First Do No Harm….Lowering One Risk and Increasing Another

Roberta Heale, EBN Associate Editor, @robertaheale @EBNursingBMJ

Implementation of evidence into practice is the gold standard for healthcare. Ultimately, we want patients to have the best possible health outcomes, but nothing is without risk and balancing the risk is not always easy. Take cardiac prevention for example. The ongoing battle to prevent cardiac events led to the development of statins which have revolutionized cholesterol management. A low cholesterol profile is significantly associated with fewer cardiac events and statins are prescribed for both primary and secondary prevention, particularly in high-risk groups such as those with diabetes. However, it is well known that patients with diabetes often have increased blood glucose levels when taking statins. In fact, it has been widely known that statin therapy has been associated with the development of type 2 diabetes, but the numbers were thought to be relatively low (9%). A newly released population-based study reveals that statins appear to increase the risk for type 2 diabetes by 46% in the general population, even after adjusting for confounding factors. http://link.springer.com/article/10.1007%2Fs00125-015-3528-5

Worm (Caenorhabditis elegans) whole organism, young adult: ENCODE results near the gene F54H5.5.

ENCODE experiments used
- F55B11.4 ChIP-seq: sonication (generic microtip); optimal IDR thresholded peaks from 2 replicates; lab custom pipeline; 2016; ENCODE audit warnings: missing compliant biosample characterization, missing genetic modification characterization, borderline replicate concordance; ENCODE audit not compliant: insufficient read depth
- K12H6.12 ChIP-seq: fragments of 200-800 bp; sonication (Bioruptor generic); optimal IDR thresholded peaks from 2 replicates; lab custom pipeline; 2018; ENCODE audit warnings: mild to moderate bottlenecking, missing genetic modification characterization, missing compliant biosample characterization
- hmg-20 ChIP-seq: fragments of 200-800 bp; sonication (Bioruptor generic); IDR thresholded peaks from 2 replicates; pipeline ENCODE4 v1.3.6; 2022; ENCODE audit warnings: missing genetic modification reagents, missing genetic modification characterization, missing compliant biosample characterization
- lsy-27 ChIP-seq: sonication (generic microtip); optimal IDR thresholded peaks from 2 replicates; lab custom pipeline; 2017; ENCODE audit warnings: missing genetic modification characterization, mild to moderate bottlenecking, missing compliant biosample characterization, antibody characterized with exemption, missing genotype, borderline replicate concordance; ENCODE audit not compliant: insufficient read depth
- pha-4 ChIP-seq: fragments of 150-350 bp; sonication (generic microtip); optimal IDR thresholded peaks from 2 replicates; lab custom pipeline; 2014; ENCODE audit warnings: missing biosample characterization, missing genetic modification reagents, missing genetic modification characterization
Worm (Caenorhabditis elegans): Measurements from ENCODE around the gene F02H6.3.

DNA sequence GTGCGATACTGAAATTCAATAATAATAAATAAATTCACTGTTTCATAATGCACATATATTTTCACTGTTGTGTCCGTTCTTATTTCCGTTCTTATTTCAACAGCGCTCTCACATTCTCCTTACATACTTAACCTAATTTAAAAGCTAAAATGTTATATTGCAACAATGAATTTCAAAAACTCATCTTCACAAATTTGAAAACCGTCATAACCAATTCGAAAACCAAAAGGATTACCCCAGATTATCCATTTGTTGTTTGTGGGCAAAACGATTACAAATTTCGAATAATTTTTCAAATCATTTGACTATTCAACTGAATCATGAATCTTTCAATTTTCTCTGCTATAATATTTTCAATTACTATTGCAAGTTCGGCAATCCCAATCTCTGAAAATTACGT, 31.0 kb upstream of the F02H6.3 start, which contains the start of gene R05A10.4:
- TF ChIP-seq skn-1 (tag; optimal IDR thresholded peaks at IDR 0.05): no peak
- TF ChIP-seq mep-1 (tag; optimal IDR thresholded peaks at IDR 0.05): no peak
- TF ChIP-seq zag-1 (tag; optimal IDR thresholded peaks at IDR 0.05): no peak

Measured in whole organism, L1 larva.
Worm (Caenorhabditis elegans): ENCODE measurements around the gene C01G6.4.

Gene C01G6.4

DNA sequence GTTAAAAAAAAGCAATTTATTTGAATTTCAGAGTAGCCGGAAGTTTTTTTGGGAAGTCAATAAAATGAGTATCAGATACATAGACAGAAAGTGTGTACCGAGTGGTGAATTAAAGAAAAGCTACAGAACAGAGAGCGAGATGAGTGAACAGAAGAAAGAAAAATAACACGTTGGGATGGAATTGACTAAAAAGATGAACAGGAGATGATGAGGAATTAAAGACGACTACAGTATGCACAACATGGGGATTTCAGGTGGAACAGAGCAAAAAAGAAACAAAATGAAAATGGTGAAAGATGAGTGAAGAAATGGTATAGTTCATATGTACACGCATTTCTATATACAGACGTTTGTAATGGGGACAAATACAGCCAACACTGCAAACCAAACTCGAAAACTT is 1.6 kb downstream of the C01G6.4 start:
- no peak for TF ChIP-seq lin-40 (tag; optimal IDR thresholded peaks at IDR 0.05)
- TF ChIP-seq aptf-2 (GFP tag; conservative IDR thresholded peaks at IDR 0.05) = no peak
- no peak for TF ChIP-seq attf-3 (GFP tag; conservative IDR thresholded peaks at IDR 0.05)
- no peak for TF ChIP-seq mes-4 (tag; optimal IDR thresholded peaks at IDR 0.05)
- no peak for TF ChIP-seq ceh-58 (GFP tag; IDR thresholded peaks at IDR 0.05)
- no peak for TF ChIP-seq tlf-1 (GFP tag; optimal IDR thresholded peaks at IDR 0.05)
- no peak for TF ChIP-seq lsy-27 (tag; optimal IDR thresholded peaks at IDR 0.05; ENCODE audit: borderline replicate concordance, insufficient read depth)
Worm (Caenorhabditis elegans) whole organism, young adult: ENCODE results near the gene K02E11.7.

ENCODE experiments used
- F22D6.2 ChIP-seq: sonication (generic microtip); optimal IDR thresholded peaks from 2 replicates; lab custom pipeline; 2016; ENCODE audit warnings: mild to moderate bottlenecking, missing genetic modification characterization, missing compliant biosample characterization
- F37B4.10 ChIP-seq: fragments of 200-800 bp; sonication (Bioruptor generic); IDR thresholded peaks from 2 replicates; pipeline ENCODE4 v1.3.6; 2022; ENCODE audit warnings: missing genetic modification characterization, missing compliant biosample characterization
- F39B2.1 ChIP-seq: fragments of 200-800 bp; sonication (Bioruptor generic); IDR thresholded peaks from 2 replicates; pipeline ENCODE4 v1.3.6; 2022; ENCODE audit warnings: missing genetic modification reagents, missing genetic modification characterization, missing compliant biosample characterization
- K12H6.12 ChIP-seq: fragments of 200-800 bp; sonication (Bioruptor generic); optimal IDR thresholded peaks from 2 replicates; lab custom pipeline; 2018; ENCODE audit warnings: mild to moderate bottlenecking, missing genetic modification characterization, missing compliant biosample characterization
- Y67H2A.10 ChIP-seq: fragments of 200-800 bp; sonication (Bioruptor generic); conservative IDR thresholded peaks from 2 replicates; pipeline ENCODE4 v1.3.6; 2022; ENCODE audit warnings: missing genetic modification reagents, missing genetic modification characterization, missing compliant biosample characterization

Cardiac care and prevention has now become much more complicated. The risk of developing diabetes related to statins is dose dependent, so prescribing the lowest possible dose is warranted. Patient lifestyle counseling is even more important; increase exercise, stop smoking, low fat diet etc. No easy feat when obesity is on the rise. It’s more important than ever for patients to be fully informed in the decision to start statin therapy.

We want patients to receive the best quality of care, based on the best evidence. Yet, keeping up with changes is difficult. We live in a wonderful age of technology and information. At the same time, how do we stay current and, harder still implement new findings on a regular basis? Given the enormous amount of information available to us daily, this situation is not going away. Finding strategies for flexible approaches to practice is the new normal and keeping the patient the centre of care decisions is the best bet for maintaining your balance.

 

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